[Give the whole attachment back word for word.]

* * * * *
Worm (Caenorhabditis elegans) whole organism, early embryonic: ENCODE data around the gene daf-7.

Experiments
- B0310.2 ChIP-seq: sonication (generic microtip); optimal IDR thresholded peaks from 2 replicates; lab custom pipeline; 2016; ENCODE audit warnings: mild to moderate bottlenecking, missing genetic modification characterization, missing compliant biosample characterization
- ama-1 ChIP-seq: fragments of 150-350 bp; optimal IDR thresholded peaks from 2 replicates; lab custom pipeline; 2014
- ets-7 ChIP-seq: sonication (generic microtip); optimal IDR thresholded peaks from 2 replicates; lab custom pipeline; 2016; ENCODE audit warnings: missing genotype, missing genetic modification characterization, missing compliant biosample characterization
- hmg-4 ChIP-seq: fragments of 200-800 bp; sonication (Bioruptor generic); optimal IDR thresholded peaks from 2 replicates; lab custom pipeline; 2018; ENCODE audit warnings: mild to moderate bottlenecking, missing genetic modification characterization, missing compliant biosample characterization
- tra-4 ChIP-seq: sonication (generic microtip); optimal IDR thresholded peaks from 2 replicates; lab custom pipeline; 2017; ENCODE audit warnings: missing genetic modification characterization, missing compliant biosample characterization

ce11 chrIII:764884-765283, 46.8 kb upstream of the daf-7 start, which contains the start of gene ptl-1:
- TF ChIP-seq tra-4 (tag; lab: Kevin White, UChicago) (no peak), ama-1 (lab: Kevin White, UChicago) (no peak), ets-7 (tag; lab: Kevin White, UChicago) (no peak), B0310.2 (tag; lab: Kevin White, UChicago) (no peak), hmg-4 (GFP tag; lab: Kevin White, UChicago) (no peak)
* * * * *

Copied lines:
Worm (Caenorhabditis elegans) whole organism, early embryonic: ENCODE data around the gene daf-7.

Experiments
- B0310.2 ChIP-seq: sonication (generic microtip); optimal IDR thresholded peaks from 2 replicates; lab custom pipeline; 2016; ENCODE audit warnings: mild to moderate bottlenecking, missing genetic modification characterization, missing compliant biosample characterization
- ama-1 ChIP-seq: fragments of 150-350 bp; optimal IDR thresholded peaks from 2 replicates; lab custom pipeline; 2014
- ets-7 ChIP-seq: sonication (generic microtip); optimal IDR thresholded peaks from 2 replicates; lab custom pipeline; 2016; ENCODE audit warnings: missing genotype, missing genetic modification characterization, missing compliant biosample characterization
- hmg-4 ChIP-seq: fragments of 200-800 bp; sonication (Bioruptor generic); optimal IDR thresholded peaks from 2 replicates; lab custom pipeline; 2018; ENCODE audit warnings: mild to moderate bottlenecking, missing genetic modification characterization, missing compliant biosample characterization
- tra-4 ChIP-seq: sonication (generic microtip); optimal IDR thresholded peaks from 2 replicates; lab custom pipeline; 2017; ENCODE audit warnings: missing genetic modification characterization, missing compliant biosample characterization

ce11 chrIII:764884-765283, 46.8 kb upstream of the daf-7 start, which contains the start of gene ptl-1:
- TF ChIP-seq tra-4 (tag; lab: Kevin White, UChicago) (no peak), ama-1 (lab: Kevin White, UChicago) (no peak), ets-7 (tag; lab: Kevin White, UChicago) (no peak), B0310.2 (tag; lab: Kevin White, UChicago) (no peak), hmg-4 (GFP tag; lab: Kevin White, UChicago) (no peak)